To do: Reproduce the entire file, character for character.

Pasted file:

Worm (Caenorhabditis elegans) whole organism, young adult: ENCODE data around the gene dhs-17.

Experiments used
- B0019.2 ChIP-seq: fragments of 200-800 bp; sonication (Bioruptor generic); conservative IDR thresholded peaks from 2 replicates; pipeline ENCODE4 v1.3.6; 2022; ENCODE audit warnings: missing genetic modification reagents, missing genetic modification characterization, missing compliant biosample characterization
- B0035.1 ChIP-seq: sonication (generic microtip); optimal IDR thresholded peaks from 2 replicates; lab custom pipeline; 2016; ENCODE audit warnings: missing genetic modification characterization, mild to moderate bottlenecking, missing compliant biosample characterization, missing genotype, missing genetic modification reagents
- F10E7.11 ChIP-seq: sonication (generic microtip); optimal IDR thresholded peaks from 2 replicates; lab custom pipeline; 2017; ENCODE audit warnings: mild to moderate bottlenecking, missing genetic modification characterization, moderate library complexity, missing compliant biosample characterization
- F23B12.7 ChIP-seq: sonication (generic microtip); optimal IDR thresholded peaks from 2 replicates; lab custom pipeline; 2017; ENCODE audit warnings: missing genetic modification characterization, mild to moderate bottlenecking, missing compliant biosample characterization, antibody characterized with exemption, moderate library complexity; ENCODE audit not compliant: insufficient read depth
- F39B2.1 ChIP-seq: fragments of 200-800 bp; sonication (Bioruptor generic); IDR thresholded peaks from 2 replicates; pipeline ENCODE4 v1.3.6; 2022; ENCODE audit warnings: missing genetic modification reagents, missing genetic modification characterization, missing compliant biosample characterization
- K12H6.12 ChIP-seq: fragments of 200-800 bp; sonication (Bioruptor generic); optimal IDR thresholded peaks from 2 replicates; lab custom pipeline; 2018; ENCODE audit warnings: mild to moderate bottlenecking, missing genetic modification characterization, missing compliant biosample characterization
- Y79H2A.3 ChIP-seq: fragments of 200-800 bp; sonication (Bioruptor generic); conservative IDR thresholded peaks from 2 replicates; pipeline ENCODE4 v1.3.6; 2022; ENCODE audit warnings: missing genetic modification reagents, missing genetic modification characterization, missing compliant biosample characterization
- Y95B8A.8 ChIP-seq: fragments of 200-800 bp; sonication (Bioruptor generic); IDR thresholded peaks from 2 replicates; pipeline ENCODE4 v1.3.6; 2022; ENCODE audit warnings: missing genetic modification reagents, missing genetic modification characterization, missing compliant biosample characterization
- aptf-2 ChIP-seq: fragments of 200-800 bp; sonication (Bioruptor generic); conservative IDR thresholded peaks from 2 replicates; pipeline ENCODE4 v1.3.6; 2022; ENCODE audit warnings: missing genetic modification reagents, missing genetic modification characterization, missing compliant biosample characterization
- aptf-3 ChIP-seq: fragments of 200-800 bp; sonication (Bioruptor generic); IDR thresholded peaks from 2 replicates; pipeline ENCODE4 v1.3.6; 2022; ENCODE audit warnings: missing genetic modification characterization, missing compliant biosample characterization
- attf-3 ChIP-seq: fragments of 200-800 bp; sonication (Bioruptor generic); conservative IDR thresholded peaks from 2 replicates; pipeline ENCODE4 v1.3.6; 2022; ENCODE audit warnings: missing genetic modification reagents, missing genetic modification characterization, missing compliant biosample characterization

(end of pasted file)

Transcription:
Worm (Caenorhabditis elegans) whole organism, young adult: ENCODE data around the gene dhs-17.

Experiments used
- B0019.2 ChIP-seq: fragments of 200-800 bp; sonication (Bioruptor generic); conservative IDR thresholded peaks from 2 replicates; pipeline ENCODE4 v1.3.6; 2022; ENCODE audit warnings: missing genetic modification reagents, missing genetic modification characterization, missing compliant biosample characterization
- B0035.1 ChIP-seq: sonication (generic microtip); optimal IDR thresholded peaks from 2 replicates; lab custom pipeline; 2016; ENCODE audit warnings: missing genetic modification characterization, mild to moderate bottlenecking, missing compliant biosample characterization, missing genotype, missing genetic modification reagents
- F10E7.11 ChIP-seq: sonication (generic microtip); optimal IDR thresholded peaks from 2 replicates; lab custom pipeline; 2017; ENCODE audit warnings: mild to moderate bottlenecking, missing genetic modification characterization, moderate library complexity, missing compliant biosample characterization
- F23B12.7 ChIP-seq: sonication (generic microtip); optimal IDR thresholded peaks from 2 replicates; lab custom pipeline; 2017; ENCODE audit warnings: missing genetic modification characterization, mild to moderate bottlenecking, missing compliant biosample characterization, antibody characterized with exemption, moderate library complexity; ENCODE audit not compliant: insufficient read depth
- F39B2.1 ChIP-seq: fragments of 200-800 bp; sonication (Bioruptor generic); IDR thresholded peaks from 2 replicates; pipeline ENCODE4 v1.3.6; 2022; ENCODE audit warnings: missing genetic modification reagents, missing genetic modification characterization, missing compliant biosample characterization
- K12H6.12 ChIP-seq: fragments of 200-800 bp; sonication (Bioruptor generic); optimal IDR thresholded peaks from 2 replicates; lab custom pipeline; 2018; ENCODE audit warnings: mild to moderate bottlenecking, missing genetic modification characterization, missing compliant biosample characterization
- Y79H2A.3 ChIP-seq: fragments of 200-800 bp; sonication (Bioruptor generic); conservative IDR thresholded peaks from 2 replicates; pipeline ENCODE4 v1.3.6; 2022; ENCODE audit warnings: missing genetic modification reagents, missing genetic modification characterization, missing compliant biosample characterization
- Y95B8A.8 ChIP-seq: fragments of 200-800 bp; sonication (Bioruptor generic); IDR thresholded peaks from 2 replicates; pipeline ENCODE4 v1.3.6; 2022; ENCODE audit warnings: missing genetic modification reagents, missing genetic modification characterization, missing compliant biosample characterization
- aptf-2 ChIP-seq: fragments of 200-800 bp; sonication (Bioruptor generic); conservative IDR thresholded peaks from 2 replicates; pipeline ENCODE4 v1.3.6; 2022; ENCODE audit warnings: missing genetic modification reagents, missing genetic modification characterization, missing compliant biosample characterization
- aptf-3 ChIP-seq: fragments of 200-800 bp; sonication (Bioruptor generic); IDR thresholded peaks from 2 replicates; pipeline ENCODE4 v1.3.6; 2022; ENCODE audit warnings: missing genetic modification characterization, missing compliant biosample characterization
- attf-3 ChIP-seq: fragments of 200-800 bp; sonication (Bioruptor generic); conservative IDR thresholded peaks from 2 replicates; pipeline ENCODE4 v1.3.6; 2022; ENCODE audit warnings: missing genetic modification reagents, missing genetic modification characterization, missing compliant biosample characterization